Not long before the deadly Atlanta-area shootings spread fear and anger through Asian American communities nationwide, police say the attacker made a legal purchase: a 9 mm handgun.
Within hours, they say, he had killed eight people, seven of them women and six of Asian descent, in a rampage targeting massage businesses.
If Georgia had required him to wait before getting a gun, lawmakers and advocates say, he might not have acted on his impulse.
“It’s really quick. You walk in, fill out the paperwork, get your background check and walk out with a gun,” said Robyn Thomas, executive director of the Giffords Law Center to Prevent Gun Violence. “If you’re in a state of crisis, personal crisis, you can do a lot of harm fairly quickly.”
The purchase was a normal transaction at Big Woods Goods, a shop north of Atlanta that complies with federal background check laws and is cooperating with police, said Matt Kilgo, a lawyer for the store.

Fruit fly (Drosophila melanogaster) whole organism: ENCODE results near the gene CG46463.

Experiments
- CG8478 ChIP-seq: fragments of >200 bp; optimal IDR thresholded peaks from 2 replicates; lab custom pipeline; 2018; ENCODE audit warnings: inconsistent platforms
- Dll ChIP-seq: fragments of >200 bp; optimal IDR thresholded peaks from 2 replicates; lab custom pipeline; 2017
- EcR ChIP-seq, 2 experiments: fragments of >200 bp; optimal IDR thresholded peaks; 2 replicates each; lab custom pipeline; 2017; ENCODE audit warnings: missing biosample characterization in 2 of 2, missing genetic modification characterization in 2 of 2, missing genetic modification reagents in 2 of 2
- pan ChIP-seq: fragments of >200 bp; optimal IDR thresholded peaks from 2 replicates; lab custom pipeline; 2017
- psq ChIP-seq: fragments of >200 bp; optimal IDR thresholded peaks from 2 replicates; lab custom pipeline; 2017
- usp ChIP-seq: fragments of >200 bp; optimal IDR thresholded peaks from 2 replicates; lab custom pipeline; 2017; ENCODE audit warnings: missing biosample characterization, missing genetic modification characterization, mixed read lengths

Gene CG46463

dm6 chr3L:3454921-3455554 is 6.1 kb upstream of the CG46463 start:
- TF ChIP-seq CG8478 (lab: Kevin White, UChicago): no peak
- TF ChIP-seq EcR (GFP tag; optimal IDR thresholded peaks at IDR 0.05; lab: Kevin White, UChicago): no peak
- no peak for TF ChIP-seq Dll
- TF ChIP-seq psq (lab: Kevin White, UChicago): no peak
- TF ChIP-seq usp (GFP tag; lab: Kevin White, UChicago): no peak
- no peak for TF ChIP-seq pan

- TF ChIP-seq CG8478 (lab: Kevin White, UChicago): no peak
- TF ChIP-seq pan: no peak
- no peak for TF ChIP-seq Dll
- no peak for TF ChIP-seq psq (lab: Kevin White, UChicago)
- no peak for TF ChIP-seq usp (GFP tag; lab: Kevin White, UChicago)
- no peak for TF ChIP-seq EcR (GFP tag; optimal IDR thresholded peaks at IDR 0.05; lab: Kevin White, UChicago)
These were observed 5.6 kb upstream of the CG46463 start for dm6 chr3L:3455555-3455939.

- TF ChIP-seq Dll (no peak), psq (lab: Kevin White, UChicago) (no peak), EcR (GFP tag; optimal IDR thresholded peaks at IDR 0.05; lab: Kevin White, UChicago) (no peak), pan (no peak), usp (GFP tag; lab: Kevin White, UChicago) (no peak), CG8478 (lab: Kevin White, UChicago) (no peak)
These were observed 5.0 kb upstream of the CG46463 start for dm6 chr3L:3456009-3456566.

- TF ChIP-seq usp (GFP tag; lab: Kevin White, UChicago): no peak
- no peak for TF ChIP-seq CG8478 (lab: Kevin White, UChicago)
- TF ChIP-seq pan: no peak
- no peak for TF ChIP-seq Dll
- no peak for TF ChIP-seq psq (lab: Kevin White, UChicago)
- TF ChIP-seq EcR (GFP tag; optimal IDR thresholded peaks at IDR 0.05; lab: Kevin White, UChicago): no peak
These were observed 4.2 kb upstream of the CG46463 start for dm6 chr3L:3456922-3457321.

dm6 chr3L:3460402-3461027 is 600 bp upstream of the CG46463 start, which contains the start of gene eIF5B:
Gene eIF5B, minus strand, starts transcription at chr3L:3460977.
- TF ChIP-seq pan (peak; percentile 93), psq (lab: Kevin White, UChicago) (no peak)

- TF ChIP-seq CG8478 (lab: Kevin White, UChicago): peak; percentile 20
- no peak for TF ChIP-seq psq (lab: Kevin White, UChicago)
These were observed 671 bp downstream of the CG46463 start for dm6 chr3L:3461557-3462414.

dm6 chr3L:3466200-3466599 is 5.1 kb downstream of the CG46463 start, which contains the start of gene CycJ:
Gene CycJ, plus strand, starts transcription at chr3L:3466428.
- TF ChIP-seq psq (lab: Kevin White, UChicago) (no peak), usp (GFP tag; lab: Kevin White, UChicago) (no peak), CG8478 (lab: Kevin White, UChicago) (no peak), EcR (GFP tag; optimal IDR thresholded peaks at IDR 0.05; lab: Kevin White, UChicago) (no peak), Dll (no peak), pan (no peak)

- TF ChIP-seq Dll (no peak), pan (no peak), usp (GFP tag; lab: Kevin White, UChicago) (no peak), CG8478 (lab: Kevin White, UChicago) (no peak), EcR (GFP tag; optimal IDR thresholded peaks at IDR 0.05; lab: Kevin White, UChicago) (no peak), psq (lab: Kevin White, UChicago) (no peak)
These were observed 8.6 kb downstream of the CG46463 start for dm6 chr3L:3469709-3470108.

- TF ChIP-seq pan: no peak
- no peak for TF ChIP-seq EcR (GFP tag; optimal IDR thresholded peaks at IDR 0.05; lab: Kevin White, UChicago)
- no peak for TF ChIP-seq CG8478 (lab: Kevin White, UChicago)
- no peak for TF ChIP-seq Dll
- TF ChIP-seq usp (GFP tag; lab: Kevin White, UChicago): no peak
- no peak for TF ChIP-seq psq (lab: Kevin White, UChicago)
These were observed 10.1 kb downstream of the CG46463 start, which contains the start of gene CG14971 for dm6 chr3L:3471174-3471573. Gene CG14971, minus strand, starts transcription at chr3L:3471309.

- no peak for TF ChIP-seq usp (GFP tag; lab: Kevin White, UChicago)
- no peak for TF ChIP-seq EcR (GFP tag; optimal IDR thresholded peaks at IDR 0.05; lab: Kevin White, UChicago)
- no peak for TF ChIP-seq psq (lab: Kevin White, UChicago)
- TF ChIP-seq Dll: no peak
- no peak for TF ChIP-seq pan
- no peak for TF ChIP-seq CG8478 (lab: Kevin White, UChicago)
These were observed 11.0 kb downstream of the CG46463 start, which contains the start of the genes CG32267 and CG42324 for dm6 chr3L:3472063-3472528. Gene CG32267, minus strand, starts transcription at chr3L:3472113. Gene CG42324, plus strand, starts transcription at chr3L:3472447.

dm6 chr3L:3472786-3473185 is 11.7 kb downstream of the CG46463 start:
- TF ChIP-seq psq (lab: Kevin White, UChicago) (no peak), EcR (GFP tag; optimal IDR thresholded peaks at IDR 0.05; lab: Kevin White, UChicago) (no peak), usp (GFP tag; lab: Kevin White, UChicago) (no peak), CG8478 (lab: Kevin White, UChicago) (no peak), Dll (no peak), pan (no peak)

“There’s no indication there’s anything improper,” he said.
The vast majority of states are like Georgia, allowing buyers to walk out of a store with a firearm after a background check that sometimes can take minutes. Waiting periods are required in just 10 states and the District of Columbia, although several states are considering legislation this year to impose them.
Gun control advocates say mandating a window of even a couple of days between the purchase of a gun and taking possession can give more time for background checks and create a “cooling off” period for people considering harming themselves or someone else. Studies suggest that waiting periods may help bring down firearm suicide rates by up to 11% and gun homicides by about 17%, according to the Giffords Center.